Dear Ms Smartphone: How should I find a local business? My family wanted to take a rafting trip together so I went online. Most of the places are about 60 miles from my home. I searched on Google and picked the one with a good web site and nice pictures of the river. When we got there, I discovered there were other rafting places nearby that were open and had better boats. Unfortunately, they did not come up in my search or at least I don’t remember that they did. Maybe I’m old fashioned, but I preferred it when we searched the Yellow Pages. Bernice, S. San Francisco
Do you remember the slogan, “Let your fingers do the walking (through the yellow pages?” Well, today it’s “Let Siri do the talking”!
Your question is interesting, because indeed, how we search for information and how we discover things in the community have changed so much. As of 2011, nearly 70 % of Americans rarely or never used printed phone directories (the yellow pages), and since then most have gone digital. Even if you liked to use the yellow pages keep in mind that you needed a local directory to search a business even 60 miles away.
Not So Local!
Several years ago there was a scam in digital searches. Say you were looking online for a towing service or locksmith. The address would not pop up and people naively thought they were reaching a local business. Instead, the online connection was to shills far away. Sometimes these nefarious characters took credit card information online and never showed up, or, subbed out the work.
Since then, search engines like Google, Bing and others have cleaned up their protocols and make it more evident when you do a local search that you are reaching a local business. In terms of your specific search for rafting trips, a couple of things might have gone missing.
Keywords (and Key Phrases)
First, the businesses that display top-most in the search, like the one you selected, could have bought an ad placement. Here’s how it works: The business owner bids on keywords and pays a fee to display their name at the top of the list if someone searches choice terms like ‘raft’ or ‘water adventure’ or ‘canoe.’ There’s a tiny icon that says ‘ad’ when the listing displays on your screen, but it certainly easy to overlook it if you are in a hurry.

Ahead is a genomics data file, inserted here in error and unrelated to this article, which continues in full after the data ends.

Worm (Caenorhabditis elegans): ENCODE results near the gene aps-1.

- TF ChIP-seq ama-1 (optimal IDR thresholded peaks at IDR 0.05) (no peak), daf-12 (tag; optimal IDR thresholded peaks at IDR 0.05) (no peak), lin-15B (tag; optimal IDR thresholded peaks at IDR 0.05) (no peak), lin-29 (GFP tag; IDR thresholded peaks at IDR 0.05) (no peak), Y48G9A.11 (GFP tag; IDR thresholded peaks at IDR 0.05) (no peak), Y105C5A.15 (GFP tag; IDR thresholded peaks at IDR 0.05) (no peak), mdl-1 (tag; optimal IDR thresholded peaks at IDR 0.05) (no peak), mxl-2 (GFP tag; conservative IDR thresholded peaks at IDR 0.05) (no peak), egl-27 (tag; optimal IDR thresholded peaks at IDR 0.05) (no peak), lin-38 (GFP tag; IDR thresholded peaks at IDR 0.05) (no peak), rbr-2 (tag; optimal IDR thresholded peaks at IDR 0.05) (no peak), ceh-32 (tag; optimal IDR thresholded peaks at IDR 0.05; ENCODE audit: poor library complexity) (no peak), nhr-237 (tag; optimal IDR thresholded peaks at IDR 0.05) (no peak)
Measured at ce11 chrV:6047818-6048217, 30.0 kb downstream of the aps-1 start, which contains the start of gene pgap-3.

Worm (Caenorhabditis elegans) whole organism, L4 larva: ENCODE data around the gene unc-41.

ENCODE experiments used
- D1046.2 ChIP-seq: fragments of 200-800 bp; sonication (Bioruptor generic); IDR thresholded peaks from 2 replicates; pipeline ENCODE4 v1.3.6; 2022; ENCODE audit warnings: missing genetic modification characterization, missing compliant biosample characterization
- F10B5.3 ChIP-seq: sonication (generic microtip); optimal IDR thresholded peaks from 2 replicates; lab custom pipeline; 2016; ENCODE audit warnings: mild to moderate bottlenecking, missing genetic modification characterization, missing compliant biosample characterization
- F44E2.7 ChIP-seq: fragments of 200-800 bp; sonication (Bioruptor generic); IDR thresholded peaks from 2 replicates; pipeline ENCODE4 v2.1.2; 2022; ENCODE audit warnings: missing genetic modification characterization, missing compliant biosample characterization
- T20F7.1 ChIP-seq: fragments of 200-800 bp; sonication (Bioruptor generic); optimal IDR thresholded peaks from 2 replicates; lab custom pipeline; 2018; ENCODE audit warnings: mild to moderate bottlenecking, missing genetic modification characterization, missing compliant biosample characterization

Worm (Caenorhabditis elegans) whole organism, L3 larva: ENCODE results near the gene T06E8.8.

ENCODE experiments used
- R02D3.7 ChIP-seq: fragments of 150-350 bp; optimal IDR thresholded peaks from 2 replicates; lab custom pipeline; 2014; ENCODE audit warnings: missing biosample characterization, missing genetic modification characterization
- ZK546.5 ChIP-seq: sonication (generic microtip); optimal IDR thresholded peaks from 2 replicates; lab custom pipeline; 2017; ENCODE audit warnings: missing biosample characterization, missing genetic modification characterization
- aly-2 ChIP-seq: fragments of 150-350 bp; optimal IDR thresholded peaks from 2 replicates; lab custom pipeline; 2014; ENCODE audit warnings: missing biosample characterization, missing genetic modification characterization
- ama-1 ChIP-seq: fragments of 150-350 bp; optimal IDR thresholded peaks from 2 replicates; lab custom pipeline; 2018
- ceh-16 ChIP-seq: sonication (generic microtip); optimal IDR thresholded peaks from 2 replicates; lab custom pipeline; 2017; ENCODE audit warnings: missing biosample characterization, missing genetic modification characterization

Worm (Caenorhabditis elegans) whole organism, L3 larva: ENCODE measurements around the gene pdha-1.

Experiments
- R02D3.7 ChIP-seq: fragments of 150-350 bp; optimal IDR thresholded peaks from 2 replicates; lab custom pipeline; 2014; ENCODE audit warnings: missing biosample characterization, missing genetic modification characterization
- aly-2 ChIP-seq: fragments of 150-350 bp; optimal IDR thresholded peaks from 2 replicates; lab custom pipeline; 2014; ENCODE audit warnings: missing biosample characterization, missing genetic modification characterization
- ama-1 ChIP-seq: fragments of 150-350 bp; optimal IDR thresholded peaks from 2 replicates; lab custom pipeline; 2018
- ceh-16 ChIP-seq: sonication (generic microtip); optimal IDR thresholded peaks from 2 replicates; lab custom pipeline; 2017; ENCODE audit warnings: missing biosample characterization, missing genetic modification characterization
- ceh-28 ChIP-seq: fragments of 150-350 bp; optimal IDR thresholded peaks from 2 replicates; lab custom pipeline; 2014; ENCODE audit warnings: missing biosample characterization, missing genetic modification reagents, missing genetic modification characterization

That said, local businesses do not have to pay to have their listing posted on Google. The listing is free and Google gives them a free web page and map links. But, without the keywords, the listing may display further down the search page.
It takes a little bit of digital savvy for a business owner to understand how to get listed and show up on the map. In your case, the other rafting companies may have ignored this, or simply didn’t care. In this link you will find a funny, perhaps sad, discussion between Google business and a locksmith– the locksmith said he just wanted to fix things, he did not know, or care to learn, about posting things on a computer.
Searching is a 2-way street
The onus to search is a two-way street. To get the full listings you want for a far-away community, the geographic location needed to be specified. Sometimes we turn off the GPS on our devices, and forget to include the place-name in our searches. We all tend to stop searching after the first few listings display, but the first ones-up are the paid-for-ads. Other local businesses (e.g. the other rafting businesses) may be several pages deep and require more effort to find.
I would like to think that younger people (the Digital Natives) dig deeper in their search requests and do not stop at the first results. But, maybe not. Do you recall how many businesses in the days of Yellow Pages called themselves “AAAAAlocksmith, AAAAplumber and AAAArafting? When it comes to finding things, both then and now, a little knowledge helps float the boat.